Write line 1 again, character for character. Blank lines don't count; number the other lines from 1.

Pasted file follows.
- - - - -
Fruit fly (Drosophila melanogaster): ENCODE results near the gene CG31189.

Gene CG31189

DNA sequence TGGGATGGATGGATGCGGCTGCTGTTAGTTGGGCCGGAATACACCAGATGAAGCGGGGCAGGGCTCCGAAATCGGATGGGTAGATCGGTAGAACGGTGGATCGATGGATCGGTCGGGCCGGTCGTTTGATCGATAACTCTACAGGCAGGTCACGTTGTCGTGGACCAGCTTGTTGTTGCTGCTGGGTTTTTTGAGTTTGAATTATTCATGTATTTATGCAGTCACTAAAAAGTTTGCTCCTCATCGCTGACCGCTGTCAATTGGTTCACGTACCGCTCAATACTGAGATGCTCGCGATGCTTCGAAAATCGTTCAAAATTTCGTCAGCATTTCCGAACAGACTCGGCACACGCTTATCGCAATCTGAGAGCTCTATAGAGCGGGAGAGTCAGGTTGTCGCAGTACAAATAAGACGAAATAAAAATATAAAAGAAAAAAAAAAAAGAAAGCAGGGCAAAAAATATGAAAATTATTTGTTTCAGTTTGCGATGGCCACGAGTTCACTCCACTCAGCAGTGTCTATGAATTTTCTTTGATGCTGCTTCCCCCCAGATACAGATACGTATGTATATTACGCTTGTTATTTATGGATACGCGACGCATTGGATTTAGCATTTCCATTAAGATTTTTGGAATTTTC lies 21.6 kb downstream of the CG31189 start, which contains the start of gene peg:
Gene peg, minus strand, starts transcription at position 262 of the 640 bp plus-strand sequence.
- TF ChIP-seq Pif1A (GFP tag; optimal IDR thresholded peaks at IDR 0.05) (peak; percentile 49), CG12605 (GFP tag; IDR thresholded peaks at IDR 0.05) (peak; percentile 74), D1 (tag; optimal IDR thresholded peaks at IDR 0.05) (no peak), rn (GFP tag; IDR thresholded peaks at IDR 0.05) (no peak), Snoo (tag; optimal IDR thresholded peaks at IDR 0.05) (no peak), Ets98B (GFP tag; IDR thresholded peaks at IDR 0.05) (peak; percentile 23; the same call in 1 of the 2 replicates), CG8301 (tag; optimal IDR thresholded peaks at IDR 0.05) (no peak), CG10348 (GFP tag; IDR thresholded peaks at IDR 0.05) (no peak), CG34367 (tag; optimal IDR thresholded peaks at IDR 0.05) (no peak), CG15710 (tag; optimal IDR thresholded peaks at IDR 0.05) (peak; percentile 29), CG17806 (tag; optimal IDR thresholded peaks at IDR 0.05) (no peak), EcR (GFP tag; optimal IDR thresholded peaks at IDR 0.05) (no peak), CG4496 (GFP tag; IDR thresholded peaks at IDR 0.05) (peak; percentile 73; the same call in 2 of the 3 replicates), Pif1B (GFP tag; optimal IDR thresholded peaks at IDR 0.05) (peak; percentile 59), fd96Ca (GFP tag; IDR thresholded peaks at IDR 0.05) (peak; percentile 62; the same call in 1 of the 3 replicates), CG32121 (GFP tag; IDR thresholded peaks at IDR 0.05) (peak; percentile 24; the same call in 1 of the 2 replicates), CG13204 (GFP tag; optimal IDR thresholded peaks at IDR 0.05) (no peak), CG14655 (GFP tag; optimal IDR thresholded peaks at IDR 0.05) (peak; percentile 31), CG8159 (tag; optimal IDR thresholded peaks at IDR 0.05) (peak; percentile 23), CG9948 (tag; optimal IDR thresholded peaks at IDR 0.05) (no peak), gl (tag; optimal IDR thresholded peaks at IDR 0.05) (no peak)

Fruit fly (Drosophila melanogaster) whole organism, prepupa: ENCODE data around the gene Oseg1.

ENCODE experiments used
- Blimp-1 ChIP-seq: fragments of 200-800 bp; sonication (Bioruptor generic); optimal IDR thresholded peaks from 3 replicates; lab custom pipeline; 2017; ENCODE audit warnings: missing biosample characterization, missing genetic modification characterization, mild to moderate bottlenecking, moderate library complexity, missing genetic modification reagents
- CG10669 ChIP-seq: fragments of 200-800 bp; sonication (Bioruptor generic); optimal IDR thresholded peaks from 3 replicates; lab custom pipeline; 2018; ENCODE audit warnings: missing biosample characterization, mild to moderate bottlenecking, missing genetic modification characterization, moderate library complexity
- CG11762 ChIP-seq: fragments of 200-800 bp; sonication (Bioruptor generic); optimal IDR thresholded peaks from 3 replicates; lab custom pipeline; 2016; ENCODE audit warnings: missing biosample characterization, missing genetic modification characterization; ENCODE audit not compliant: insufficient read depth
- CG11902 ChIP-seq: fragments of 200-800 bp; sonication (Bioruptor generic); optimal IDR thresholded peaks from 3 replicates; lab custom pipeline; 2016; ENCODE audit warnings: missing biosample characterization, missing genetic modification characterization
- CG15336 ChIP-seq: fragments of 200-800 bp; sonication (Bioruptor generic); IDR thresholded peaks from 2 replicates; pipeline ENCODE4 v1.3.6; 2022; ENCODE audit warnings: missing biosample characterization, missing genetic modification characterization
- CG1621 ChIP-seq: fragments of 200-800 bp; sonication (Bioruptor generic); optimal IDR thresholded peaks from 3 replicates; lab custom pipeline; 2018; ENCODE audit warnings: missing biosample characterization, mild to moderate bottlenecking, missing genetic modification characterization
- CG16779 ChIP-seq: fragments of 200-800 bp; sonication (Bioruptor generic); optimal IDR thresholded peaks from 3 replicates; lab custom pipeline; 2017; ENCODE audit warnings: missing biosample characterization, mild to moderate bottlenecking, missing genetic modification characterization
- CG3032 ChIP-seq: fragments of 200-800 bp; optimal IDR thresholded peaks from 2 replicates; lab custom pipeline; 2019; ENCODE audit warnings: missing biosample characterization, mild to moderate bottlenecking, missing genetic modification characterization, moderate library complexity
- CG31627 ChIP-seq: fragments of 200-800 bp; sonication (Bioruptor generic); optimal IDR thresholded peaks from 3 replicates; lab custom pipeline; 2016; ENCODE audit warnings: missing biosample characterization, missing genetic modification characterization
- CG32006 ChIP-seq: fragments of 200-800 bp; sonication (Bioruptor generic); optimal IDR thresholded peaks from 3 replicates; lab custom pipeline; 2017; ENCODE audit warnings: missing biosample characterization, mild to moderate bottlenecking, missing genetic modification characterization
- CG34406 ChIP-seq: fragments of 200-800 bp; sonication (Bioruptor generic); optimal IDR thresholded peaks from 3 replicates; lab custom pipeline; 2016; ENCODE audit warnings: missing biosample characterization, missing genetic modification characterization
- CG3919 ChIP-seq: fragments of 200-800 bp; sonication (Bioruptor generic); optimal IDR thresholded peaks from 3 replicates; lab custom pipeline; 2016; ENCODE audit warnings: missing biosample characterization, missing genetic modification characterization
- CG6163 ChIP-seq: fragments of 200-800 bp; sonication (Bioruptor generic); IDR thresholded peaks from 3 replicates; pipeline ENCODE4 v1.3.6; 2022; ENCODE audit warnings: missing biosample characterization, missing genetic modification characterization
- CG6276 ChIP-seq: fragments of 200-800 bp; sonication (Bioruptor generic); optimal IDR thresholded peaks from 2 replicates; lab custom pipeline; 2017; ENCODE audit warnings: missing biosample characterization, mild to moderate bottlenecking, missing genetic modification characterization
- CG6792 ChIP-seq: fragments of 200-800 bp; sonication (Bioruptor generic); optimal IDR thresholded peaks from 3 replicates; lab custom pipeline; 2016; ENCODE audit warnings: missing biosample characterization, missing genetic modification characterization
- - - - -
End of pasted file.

Fruit fly (Drosophila melanogaster): ENCODE results near the gene CG31189.